How To: Install Crash Bolt

After installing my coilovers, I had near positive camber on my front wheels, and thought it necessary to correct this. There are two way that I know of to do this. #1 is to buy Adjustable Strut tops from an aftermarket company (expensive), or #2 to buy some crashbolts from Toyota. Crashbolts are the easiest way to get your alignment to show some negative camber. A degree or two of negative camber is good for handling, but generally creates more wear on the inside edges of tires. This is one of the few mods that are legal in the SCCA Autocross rules. 

There are really 4 sizes of crashbolts available for 91-92 cars. Stock, Large, Medium and Small. The crashbolts have a smaller diameter on the inside part that holds the wheel on than the stock bolts. Basically, all you do is replace either one or both of the stock wheel spindle bolts for each of the wheels. They are pretty cheap (a few bucks each), and can make a great deal of difference in your cars cornering ability. You can install crashbolts in many different configurations to get differents amounts of negative camber. I chose to install one crashbolt for each wheel, and to use two of the smallest (Toyota Part # 90105-15006) on the top knuckles of the front wheels, and two of the medium size (Toyota Part # 90105-15005)on the top knuckles for the rear wheels.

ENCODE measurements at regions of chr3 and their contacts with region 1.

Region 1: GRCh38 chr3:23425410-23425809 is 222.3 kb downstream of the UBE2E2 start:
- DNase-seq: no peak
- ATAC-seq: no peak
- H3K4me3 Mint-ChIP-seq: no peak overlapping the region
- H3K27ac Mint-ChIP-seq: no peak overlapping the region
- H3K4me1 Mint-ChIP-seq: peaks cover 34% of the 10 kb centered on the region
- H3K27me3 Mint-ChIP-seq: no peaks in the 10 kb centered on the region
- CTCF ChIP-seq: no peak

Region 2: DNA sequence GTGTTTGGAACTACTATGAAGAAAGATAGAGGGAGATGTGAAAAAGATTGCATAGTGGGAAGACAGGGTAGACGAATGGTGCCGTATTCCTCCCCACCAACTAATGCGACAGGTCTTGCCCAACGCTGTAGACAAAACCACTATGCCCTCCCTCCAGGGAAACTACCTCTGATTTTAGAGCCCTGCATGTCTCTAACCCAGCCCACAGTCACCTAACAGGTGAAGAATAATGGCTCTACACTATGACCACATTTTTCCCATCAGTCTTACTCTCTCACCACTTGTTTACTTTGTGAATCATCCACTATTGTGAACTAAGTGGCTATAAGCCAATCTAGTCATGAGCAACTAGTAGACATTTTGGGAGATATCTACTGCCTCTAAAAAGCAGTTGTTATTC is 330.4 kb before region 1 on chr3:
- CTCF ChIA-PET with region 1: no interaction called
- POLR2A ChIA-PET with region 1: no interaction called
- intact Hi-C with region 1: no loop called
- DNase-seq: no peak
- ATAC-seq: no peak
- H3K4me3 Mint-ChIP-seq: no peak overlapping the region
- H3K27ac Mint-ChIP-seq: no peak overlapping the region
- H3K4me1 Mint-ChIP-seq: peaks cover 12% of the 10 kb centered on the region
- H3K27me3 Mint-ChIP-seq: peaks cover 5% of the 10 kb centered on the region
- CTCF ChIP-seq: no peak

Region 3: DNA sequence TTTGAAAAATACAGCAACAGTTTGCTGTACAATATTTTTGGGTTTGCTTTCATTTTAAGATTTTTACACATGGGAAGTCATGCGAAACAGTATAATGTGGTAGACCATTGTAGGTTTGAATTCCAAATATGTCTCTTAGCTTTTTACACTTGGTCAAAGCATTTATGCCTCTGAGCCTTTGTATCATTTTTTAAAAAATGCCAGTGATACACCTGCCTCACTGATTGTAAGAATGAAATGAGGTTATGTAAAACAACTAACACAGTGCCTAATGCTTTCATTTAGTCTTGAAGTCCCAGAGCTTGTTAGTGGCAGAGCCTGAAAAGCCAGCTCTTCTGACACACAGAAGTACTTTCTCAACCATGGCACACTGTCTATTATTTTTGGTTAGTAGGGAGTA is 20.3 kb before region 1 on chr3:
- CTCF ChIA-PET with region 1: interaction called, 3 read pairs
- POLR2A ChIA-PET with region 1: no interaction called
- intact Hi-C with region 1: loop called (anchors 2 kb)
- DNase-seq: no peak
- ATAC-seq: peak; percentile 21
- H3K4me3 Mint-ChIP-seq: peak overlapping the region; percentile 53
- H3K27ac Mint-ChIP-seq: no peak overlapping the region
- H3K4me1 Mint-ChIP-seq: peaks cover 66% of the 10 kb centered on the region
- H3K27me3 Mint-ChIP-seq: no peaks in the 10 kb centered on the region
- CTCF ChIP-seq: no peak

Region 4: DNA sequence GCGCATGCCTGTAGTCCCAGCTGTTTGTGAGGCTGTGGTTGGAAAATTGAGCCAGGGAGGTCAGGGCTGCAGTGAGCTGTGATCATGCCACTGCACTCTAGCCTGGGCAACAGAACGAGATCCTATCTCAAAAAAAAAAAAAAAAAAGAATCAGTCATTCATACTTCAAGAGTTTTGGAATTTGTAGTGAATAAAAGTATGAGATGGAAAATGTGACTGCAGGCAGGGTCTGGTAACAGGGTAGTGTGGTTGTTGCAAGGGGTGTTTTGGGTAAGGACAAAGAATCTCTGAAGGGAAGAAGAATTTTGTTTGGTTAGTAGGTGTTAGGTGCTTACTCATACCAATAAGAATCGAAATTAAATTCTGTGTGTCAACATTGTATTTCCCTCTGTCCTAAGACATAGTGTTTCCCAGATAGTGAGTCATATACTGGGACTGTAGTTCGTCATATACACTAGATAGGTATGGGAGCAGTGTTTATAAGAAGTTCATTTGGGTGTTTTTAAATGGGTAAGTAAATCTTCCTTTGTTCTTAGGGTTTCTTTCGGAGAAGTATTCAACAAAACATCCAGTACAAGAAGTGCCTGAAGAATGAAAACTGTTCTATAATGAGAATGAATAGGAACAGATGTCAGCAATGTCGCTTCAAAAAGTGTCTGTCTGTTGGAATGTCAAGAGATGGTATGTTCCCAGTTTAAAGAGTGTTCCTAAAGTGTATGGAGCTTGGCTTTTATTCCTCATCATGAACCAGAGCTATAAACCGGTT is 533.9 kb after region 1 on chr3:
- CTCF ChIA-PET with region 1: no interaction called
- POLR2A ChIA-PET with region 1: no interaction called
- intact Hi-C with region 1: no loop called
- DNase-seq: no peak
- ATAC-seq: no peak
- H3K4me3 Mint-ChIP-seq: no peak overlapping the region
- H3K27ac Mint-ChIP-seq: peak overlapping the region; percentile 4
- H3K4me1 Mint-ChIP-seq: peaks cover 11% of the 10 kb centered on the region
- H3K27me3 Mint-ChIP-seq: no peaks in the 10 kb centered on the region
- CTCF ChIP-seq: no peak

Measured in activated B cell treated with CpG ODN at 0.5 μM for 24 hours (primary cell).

Always remember to support the car securely with stands, and not just use a jack.  

Here you can see me holding a crash bolt above the stock bolt I am about to remove and replace.  

Once you have the new one(s) in, and have both bolt loose, have a friend help you by pushing on the top , and pulling on the bottom of the assembly, then tighten them up to at least 150 ft lbs of torque (I reccommend 180 – 200).  

Before and After shots  



This documentation in no way replaces the Toyota MR2 Repair Manuals. The purpose of this content is only to provide supplementary information to fellow MR2 enthusiasts. Midship Runabout and its contributing authors will not be held responsible for any injury or damages that may occur as the result of practicing any of the methods or procedures described within this website. Article and photo submissions are property of the contributing author.

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